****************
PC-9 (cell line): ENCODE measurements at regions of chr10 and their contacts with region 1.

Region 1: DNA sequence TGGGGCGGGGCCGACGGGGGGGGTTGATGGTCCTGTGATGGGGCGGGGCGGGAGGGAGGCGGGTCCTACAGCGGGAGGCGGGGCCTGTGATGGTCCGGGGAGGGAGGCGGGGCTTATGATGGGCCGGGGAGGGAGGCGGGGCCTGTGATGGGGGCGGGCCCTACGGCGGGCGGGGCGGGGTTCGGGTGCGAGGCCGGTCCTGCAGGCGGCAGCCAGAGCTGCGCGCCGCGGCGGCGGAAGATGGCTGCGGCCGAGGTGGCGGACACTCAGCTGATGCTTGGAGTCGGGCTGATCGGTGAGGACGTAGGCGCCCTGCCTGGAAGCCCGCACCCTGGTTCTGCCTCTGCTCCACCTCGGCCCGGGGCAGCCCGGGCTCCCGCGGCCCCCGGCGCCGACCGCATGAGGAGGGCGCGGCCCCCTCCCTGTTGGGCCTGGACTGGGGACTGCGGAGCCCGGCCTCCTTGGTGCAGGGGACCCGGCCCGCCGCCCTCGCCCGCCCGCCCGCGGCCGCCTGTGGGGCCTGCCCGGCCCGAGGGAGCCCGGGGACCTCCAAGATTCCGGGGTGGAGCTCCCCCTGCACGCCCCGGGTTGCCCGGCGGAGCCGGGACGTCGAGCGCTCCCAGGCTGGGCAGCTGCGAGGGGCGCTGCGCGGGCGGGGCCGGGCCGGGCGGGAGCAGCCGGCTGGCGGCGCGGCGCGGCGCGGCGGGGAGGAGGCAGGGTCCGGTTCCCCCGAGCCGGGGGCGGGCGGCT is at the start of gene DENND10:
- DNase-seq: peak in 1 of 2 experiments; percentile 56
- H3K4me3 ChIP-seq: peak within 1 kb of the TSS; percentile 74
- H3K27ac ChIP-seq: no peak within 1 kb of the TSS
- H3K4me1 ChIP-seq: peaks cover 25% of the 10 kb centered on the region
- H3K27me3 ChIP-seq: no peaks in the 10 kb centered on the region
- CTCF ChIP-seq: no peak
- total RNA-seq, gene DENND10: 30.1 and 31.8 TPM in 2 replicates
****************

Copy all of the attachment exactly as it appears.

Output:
PC-9 (cell line): ENCODE measurements at regions of chr10 and their contacts with region 1.

Region 1: DNA sequence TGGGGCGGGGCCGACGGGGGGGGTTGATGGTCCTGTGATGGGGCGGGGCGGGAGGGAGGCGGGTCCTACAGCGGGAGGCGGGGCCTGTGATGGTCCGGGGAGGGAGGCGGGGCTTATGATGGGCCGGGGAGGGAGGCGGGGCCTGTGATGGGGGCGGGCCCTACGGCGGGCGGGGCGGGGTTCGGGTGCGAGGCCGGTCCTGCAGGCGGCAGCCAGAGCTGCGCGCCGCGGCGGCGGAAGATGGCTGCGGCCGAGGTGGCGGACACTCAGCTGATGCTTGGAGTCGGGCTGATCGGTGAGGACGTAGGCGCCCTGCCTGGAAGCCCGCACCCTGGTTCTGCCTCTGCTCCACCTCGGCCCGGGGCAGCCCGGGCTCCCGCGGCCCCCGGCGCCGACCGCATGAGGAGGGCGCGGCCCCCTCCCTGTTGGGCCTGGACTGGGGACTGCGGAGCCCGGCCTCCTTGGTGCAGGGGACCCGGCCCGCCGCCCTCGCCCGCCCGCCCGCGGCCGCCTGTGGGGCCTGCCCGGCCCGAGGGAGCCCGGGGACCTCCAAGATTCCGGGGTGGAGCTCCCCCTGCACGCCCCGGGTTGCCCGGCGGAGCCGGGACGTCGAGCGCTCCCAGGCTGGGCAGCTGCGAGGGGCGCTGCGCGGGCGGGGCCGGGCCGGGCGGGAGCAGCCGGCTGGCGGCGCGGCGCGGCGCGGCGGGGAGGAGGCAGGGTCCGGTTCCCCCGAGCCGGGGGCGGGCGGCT is at the start of gene DENND10:
- DNase-seq: peak in 1 of 2 experiments; percentile 56
- H3K4me3 ChIP-seq: peak within 1 kb of the TSS; percentile 74
- H3K27ac ChIP-seq: no peak within 1 kb of the TSS
- H3K4me1 ChIP-seq: peaks cover 25% of the 10 kb centered on the region
- H3K27me3 ChIP-seq: no peaks in the 10 kb centered on the region
- CTCF ChIP-seq: no peak
- total RNA-seq, gene DENND10: 30.1 and 31.8 TPM in 2 replicates